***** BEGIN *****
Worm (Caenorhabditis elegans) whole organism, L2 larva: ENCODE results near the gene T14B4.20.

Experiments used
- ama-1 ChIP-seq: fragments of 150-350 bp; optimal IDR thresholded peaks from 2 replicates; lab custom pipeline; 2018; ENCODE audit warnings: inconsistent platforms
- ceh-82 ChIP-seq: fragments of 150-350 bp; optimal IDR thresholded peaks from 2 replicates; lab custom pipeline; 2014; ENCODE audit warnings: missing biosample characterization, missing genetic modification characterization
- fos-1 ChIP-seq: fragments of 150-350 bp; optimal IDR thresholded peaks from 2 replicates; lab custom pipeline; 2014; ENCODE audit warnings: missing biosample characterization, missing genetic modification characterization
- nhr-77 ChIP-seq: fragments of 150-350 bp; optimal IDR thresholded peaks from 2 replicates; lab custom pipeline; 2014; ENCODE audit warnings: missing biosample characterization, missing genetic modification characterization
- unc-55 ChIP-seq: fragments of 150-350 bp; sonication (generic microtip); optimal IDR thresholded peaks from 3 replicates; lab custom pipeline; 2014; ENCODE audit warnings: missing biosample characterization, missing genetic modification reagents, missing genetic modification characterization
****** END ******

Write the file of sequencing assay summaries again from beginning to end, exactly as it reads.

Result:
Worm (Caenorhabditis elegans) whole organism, L2 larva: ENCODE results near the gene T14B4.20.

Experiments used
- ama-1 ChIP-seq: fragments of 150-350 bp; optimal IDR thresholded peaks from 2 replicates; lab custom pipeline; 2018; ENCODE audit warnings: inconsistent platforms
- ceh-82 ChIP-seq: fragments of 150-350 bp; optimal IDR thresholded peaks from 2 replicates; lab custom pipeline; 2014; ENCODE audit warnings: missing biosample characterization, missing genetic modification characterization
- fos-1 ChIP-seq: fragments of 150-350 bp; optimal IDR thresholded peaks from 2 replicates; lab custom pipeline; 2014; ENCODE audit warnings: missing biosample characterization, missing genetic modification characterization
- nhr-77 ChIP-seq: fragments of 150-350 bp; optimal IDR thresholded peaks from 2 replicates; lab custom pipeline; 2014; ENCODE audit warnings: missing biosample characterization, missing genetic modification characterization
- unc-55 ChIP-seq: fragments of 150-350 bp; sonication (generic microtip); optimal IDR thresholded peaks from 3 replicates; lab custom pipeline; 2014; ENCODE audit warnings: missing biosample characterization, missing genetic modification reagents, missing genetic modification characterization